Faculty, graduate students, and former students of the Department of Psychology showed that there is strength in numbers at the annual National Association of School Psychologists Annual Convention in Chicago. At the 2018 NASP Convention, school psychologists from around the country came together to share information about their favorite subject – school psychology. Of the hundreds of attendees, the Department of Psychology was represented by three faculty members, seven graduate students, and two graduates of the school psychology program at Syracuse University.
Dr. Tanya Eckert along with graduate students Narmene Hamso, Natalie Williams, and Brittany Eggleston, presented a session all about promoting academic success. Their session helped participants determine underlying factors that can impair a student’s writing, explain reasons why writing interventions might not have demonstrated effective results for their students, and assess other interventions to target specific behaviors related to written expression. Dr. Eckert also collaborated with other psychologists on a session that descrived conducting a national survey to examine the ways in which IDEA and RTI have affected the assessment practices of school psychologists. Read more.
Dr. Joshua Felver and his lab members, Adam Clawson, Samantha Sinegar, Melissa Morton, and Emily Koelmel, presented multiple sessions that focused on describing their research that found school-based yoga interventions increased adolescent resiliency. They even taught mindfulness basics to attendees. Read more.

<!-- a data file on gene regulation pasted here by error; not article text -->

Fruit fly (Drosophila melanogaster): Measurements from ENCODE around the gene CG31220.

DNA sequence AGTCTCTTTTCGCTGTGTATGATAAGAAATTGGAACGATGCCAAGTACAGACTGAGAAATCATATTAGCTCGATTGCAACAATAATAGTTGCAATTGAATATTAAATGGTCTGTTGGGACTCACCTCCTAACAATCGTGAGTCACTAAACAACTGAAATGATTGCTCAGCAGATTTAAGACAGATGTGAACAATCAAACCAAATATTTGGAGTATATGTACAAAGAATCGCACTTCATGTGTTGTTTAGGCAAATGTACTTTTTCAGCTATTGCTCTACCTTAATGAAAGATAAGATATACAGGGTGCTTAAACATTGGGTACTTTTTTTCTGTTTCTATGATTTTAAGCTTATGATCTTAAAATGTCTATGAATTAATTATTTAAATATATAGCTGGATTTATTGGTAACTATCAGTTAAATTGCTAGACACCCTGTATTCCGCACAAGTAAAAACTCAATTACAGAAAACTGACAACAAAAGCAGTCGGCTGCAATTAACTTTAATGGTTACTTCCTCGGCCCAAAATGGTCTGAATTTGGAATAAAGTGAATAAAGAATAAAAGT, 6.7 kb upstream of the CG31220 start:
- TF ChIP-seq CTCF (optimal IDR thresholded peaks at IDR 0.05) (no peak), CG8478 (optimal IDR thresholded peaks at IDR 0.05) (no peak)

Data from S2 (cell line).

Dr. Larry Lewandowski school psychology graduate student, Heather Potts. Their session at the National Association of School Psychologists Annual Convention in Chicago was all about recent developments in assessment research. In their session, they shared how their study examined the ability of several validity tests to detect malingering from ADHD. Read more.
Graduates of the School Psychology doctoral program, Laura M. Spenceley and Whitney L. Wood, also presented their work on psychological services for specific groups of students. Their poster described a study meant to examine the extent to which a norm-referenced measure of reading, as well as non-cognitive factors such as self-reported anxiety and reading difficulties, predict the amount of time used to complete a reading comprehension task. Read more.